Presidents and janitors, young and old joined in a national outpouring of tributes to 'Jackie', who died aged 64 as she had lived her life - with courage, dignity and privacy, in her 5th Avenue apartment surrounded by her family, friends and books.
The death of the nation's once most famous public woman, who had been admired from a distance for so long by so many, was a reminder of the United States' insatiable craving for a national icon.
'Go with God', read a scrawled note among bouquets of spring flowers at the front door of 1040 5th Avenue, which faces Jackie Onassis's beloved Central Park. Only a week ago, she had taken her last walk there, accompanied by her long-time companion, diamond mogul and financier Maurice Tempelsman, her daughter Caroline and her son John.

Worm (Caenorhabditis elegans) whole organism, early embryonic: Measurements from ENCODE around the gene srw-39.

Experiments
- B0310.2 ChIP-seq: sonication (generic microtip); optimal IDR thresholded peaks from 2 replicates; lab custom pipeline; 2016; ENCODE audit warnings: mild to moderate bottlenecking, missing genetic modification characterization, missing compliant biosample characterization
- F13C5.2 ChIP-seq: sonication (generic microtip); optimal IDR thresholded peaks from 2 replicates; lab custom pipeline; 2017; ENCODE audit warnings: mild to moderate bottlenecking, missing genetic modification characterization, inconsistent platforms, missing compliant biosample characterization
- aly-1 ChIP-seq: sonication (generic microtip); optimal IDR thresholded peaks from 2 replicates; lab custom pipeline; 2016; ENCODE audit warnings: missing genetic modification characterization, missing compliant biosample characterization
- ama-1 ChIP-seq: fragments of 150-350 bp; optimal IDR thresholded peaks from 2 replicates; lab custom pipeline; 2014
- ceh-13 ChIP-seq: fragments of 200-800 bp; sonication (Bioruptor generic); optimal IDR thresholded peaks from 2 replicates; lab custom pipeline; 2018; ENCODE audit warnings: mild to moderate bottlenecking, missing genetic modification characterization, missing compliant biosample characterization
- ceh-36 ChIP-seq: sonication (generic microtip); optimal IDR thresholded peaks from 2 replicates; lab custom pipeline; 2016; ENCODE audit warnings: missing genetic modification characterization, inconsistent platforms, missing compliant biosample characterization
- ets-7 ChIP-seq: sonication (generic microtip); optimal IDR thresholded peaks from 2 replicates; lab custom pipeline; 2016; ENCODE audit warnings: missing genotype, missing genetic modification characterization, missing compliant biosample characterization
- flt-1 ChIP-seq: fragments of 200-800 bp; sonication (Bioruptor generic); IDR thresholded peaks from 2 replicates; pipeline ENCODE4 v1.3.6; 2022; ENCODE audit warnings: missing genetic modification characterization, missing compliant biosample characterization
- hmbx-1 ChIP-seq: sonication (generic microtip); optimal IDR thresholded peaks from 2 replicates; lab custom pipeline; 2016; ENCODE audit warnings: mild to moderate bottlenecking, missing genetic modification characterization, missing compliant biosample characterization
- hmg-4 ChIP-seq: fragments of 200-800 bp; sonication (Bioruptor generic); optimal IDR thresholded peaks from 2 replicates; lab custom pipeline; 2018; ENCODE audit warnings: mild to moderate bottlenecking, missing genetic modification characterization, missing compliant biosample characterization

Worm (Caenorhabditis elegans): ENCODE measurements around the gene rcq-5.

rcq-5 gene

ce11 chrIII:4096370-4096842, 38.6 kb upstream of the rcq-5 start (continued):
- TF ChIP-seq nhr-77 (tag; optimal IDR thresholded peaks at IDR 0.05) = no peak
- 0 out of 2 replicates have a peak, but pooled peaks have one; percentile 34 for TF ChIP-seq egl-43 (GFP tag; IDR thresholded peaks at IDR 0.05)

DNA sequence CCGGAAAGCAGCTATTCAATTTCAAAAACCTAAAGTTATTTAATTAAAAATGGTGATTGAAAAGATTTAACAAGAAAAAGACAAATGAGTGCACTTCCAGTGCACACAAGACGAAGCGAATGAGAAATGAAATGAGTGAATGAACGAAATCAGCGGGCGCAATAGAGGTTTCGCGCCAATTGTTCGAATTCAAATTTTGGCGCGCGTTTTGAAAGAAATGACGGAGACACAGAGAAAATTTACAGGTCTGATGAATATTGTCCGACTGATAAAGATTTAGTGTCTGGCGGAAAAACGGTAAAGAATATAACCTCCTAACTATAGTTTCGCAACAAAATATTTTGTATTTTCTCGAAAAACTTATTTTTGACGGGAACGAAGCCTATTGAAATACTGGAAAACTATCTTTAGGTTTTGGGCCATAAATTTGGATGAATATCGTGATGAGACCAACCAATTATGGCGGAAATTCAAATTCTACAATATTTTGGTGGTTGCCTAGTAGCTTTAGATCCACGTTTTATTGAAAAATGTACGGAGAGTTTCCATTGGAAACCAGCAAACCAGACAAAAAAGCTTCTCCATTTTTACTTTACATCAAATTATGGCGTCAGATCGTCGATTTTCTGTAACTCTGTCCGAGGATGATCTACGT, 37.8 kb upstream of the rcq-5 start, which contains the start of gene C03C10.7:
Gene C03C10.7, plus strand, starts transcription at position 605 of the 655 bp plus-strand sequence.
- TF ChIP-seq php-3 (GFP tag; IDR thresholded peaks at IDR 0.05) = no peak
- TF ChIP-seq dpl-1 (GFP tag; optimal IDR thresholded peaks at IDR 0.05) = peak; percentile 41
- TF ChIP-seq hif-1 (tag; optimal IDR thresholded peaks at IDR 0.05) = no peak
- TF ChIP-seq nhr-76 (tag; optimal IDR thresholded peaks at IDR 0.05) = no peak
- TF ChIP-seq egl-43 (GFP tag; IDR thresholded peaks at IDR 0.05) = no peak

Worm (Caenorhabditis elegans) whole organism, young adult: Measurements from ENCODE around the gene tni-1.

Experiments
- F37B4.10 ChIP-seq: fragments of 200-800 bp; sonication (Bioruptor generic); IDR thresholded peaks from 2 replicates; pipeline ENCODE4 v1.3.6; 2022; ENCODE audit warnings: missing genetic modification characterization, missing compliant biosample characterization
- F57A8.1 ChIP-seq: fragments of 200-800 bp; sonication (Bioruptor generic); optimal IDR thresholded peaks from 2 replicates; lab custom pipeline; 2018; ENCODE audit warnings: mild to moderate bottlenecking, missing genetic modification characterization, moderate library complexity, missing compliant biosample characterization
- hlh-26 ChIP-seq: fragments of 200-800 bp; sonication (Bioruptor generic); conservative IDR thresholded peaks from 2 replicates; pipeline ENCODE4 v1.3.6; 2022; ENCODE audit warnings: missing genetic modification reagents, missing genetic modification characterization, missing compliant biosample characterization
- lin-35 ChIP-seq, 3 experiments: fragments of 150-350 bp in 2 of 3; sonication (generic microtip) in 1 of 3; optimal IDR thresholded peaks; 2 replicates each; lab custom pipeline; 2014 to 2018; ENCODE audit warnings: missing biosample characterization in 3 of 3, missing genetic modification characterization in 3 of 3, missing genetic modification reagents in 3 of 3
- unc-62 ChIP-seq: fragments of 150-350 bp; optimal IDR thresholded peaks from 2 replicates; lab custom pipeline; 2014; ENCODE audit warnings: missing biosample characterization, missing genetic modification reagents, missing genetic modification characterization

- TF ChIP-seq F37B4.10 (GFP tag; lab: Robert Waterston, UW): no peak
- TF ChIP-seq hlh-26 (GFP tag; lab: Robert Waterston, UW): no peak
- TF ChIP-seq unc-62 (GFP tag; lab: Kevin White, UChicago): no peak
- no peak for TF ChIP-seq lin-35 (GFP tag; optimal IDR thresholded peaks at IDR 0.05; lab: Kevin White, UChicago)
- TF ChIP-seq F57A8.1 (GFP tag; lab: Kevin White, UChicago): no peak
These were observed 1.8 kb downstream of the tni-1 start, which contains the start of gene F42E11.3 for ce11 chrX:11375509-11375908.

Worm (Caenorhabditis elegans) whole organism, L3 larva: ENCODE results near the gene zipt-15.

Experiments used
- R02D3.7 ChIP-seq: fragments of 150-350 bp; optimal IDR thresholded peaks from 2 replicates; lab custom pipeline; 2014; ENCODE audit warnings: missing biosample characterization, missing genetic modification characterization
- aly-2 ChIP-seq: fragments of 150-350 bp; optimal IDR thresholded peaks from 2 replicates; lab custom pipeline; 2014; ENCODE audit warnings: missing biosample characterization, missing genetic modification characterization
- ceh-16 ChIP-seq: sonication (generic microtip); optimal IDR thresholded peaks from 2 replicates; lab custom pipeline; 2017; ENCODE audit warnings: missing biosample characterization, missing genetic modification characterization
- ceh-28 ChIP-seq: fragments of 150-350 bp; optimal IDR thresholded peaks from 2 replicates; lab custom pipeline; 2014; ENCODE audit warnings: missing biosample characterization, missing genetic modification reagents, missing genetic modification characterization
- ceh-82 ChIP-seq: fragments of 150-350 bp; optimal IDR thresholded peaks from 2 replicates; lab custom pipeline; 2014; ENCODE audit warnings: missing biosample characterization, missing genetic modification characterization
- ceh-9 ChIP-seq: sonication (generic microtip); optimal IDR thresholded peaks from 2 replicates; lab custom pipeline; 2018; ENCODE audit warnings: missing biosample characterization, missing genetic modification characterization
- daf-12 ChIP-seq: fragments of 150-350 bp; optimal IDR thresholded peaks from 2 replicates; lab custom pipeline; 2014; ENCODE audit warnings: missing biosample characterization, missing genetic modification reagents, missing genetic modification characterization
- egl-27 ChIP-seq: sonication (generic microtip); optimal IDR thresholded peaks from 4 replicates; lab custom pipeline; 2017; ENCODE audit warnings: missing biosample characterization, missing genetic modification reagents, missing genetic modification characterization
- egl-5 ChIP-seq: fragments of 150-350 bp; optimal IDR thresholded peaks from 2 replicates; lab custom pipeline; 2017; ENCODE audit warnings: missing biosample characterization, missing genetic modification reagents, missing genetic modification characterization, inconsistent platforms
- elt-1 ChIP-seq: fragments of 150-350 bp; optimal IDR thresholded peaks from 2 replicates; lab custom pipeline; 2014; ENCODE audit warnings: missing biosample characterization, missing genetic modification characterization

Television and radio stations turned entire shows over to her life. Commentators, who had reported her tragedies live, recalled them with tears in their eyes, and the New York Post's front page, seldom tasteful but often a barometer of the national mood, was black except for one word: Jackie.
Americans too young to remember her tragedies - the loss of two children, the assassination of first her husband, then of her brother-in-law - were touched by her last battle against lymphatic cancer.
After a private mass here tomorrow, her body will be flown to Washington where she will be buried beside president Kennedy in Arlington cemetery. Protocol allows this only because Onassis is dead.
Tourists gathered there this weekend, taking pictures of the eternal flame that Jackie Kennedy requested 30 years ago for her husband's grave. Red carnations lay there, and a white one on the gravestone of the Kennedys' son, Patrick, who died three days after his premature birth in August 1963. A daughter, still-born in 1956, is buried next to her father.